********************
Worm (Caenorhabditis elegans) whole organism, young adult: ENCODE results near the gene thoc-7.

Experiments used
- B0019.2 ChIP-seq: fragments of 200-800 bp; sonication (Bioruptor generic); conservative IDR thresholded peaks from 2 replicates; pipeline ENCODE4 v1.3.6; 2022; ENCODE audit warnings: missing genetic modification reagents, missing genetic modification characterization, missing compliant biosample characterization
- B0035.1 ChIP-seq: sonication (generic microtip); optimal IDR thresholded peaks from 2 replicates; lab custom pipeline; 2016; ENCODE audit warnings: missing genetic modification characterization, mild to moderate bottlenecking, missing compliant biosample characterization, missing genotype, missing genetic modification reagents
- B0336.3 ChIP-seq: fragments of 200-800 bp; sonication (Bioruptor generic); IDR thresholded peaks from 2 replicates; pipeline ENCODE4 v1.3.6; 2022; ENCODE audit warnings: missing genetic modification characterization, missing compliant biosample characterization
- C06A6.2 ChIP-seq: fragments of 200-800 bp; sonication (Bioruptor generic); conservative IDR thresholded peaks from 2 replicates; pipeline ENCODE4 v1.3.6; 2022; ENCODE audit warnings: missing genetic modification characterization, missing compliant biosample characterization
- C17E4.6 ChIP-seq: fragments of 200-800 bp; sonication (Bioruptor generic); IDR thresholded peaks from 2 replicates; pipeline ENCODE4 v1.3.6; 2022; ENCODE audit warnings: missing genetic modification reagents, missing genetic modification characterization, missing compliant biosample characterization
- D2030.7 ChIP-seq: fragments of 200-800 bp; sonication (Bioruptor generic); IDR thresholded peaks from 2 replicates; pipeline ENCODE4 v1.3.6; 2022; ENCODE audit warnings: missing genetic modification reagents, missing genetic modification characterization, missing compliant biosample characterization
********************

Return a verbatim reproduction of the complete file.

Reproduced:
Worm (Caenorhabditis elegans) whole organism, young adult: ENCODE results near the gene thoc-7.

Experiments used
- B0019.2 ChIP-seq: fragments of 200-800 bp; sonication (Bioruptor generic); conservative IDR thresholded peaks from 2 replicates; pipeline ENCODE4 v1.3.6; 2022; ENCODE audit warnings: missing genetic modification reagents, missing genetic modification characterization, missing compliant biosample characterization
- B0035.1 ChIP-seq: sonication (generic microtip); optimal IDR thresholded peaks from 2 replicates; lab custom pipeline; 2016; ENCODE audit warnings: missing genetic modification characterization, mild to moderate bottlenecking, missing compliant biosample characterization, missing genotype, missing genetic modification reagents
- B0336.3 ChIP-seq: fragments of 200-800 bp; sonication (Bioruptor generic); IDR thresholded peaks from 2 replicates; pipeline ENCODE4 v1.3.6; 2022; ENCODE audit warnings: missing genetic modification characterization, missing compliant biosample characterization
- C06A6.2 ChIP-seq: fragments of 200-800 bp; sonication (Bioruptor generic); conservative IDR thresholded peaks from 2 replicates; pipeline ENCODE4 v1.3.6; 2022; ENCODE audit warnings: missing genetic modification characterization, missing compliant biosample characterization
- C17E4.6 ChIP-seq: fragments of 200-800 bp; sonication (Bioruptor generic); IDR thresholded peaks from 2 replicates; pipeline ENCODE4 v1.3.6; 2022; ENCODE audit warnings: missing genetic modification reagents, missing genetic modification characterization, missing compliant biosample characterization
- D2030.7 ChIP-seq: fragments of 200-800 bp; sonication (Bioruptor generic); IDR thresholded peaks from 2 replicates; pipeline ENCODE4 v1.3.6; 2022; ENCODE audit warnings: missing genetic modification reagents, missing genetic modification characterization, missing compliant biosample characterization